Planets. Restless wanderers of the sky. Worshipped as Gods.
The motion of the planet Mars, also known as the “Red Planet”(due to its distinctive orange-red colour on the night sky), has been studied by ancient and more modern astronomers for several centuries. Having been named after Mars, the planet always had a special place in my heart. Uncovering the particulars of its peculiar motion proved to be one of the most difficult problems for mathematicians and astronomers during the 14th, 15th and 16th centuries A.D. The person responsible for solving the problem, cracked the centuries-old mystery behind the laws of planetary motion. That man was no other than Johannes Kepler, who published his discovery in his groundbreaking opus, called Astronomia Nova (or the The New Astronomy) in 1609 A.D. His monumental work paved the way for the genius of Sir Isaac Newton and the formulation of the law of Universal Attraction.
Planets tend to do interesting things in the sky. Sometimes they move relatively quickly with respect to the background stars, while at others they speed up. What was even more baffling, was that occasionally, a planet will appear to slow down, stop, move backwards, stop again, and then move forwards again. This is called planetary prograde and retrograde motion. Astrologers make a meal out of this, suggesting that retrograde motion is a portent of evil influences. Rubbish.
The ancient Babylonians had a branch of their civil service dedicated to observing the night sky. They would take careful notes of the movements of celestial objects, and note them down in clay tablets that served as a record for centuries. It is believed that they were already keeping meticulous astronomical records as early as the 7th century B.C. Their treatment of the data was entirely numerical, not geometrical. They were very capable in computing planetary ephemerides and coming up with numerical methods to predict celestial events, but no geometric model of the universe seems to have featured in their line of work.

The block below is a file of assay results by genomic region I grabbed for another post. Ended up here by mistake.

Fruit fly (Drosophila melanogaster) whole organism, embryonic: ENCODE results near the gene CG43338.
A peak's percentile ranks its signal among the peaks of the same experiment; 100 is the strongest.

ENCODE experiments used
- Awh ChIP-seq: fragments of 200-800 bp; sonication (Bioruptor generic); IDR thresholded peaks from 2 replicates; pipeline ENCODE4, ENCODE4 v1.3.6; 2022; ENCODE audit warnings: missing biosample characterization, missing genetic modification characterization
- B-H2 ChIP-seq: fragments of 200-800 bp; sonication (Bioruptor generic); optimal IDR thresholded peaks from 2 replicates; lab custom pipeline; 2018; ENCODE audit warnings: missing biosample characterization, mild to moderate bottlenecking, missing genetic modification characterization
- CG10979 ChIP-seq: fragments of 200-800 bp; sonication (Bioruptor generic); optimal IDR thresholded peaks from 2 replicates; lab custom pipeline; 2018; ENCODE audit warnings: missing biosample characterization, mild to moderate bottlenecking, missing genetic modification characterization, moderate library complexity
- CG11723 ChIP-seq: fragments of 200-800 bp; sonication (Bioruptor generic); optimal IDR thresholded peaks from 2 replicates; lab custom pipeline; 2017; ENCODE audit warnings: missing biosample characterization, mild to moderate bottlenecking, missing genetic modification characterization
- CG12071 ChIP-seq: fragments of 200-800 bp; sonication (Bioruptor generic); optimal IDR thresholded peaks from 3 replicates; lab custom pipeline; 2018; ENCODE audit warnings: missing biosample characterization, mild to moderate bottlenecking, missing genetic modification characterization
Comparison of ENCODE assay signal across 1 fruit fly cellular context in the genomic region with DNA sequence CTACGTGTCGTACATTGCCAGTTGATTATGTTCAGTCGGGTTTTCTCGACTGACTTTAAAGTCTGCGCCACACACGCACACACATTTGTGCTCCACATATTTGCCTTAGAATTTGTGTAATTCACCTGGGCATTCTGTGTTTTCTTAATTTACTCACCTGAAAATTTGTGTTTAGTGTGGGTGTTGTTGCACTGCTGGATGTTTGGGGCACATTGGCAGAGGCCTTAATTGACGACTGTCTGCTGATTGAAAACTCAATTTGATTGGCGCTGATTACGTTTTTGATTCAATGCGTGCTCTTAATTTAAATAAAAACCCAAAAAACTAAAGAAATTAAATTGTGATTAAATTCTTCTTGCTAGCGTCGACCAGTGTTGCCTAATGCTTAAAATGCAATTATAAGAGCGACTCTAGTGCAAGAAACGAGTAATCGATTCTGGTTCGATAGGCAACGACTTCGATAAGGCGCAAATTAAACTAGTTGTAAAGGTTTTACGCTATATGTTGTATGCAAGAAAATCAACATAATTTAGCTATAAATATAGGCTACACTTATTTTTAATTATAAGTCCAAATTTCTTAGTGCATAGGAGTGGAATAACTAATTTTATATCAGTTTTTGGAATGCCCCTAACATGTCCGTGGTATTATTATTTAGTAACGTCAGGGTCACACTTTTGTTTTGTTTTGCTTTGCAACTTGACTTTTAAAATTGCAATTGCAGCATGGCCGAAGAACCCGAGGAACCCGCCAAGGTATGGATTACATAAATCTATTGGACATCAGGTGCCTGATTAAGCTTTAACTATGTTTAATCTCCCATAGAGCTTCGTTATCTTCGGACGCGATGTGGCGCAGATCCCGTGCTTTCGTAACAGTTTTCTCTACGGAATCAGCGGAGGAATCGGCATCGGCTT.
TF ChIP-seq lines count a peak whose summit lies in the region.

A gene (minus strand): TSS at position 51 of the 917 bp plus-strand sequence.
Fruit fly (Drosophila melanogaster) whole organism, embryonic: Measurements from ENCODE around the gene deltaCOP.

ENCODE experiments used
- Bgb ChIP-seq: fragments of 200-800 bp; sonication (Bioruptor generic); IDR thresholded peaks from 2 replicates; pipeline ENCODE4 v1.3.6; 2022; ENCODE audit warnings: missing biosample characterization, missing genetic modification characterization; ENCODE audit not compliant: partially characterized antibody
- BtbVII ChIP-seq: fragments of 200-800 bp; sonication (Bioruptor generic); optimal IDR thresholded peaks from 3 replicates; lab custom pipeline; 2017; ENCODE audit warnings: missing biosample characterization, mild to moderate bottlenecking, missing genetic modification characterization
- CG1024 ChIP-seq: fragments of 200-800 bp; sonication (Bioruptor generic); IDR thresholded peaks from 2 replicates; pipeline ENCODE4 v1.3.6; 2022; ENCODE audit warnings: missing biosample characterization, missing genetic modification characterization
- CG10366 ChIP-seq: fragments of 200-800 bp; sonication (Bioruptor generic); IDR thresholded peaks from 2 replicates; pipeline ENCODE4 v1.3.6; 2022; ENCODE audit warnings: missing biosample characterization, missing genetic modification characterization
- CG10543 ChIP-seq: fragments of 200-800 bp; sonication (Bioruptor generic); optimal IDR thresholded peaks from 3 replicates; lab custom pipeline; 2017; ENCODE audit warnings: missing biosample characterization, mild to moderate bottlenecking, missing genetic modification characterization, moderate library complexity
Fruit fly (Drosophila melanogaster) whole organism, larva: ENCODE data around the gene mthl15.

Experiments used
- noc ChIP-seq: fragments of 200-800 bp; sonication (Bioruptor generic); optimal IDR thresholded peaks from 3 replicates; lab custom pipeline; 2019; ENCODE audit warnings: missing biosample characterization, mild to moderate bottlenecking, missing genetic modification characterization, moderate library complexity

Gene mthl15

For the ancient Greeks, however, geometry became a partner to astronomy, as the ancient philosophers, astronomers and mathematicians attempted to make a working model of the universe. This auspicious marriage between mathematics and astronomy, would serve as one of the major driving forces in the progress of Science for centuries to come. Apollonius of Perga (2nd century B.C.) came up with a clever geometrical device to explain planetary motion. Planets, he claimed, moved on circles, whose centre was itself moving around the Earth in a circular orbit. These were called epicycles [epi Gr; ‘on’ + cycle, i.e. circles on circles]. Apollonius’ model was refined to perfection a few centuries later by another Greek astronomer, Claudius Ptolemy, who lived in Alexandria in the 2nd century A.D. You can interact with an excellent simulation here. To simulate the motion of the planets, Ptolemy had to evict the Earth just ever so slightly from the centre of their orbit, in order to make the model compatible with the observations.
Today, we know that planets move in elliptical orbits, with the Sun on one of the foci of those ellipses. How does this modern model explain retrograde motion? It is simply a matter of perspective; an appearance rather than a true backwards and forwards motion. Chasing the Red Planet is an activity that I made for students that were studying the laws of uniform circular motion, and that were also attending the Astronomy Club I was running at the time.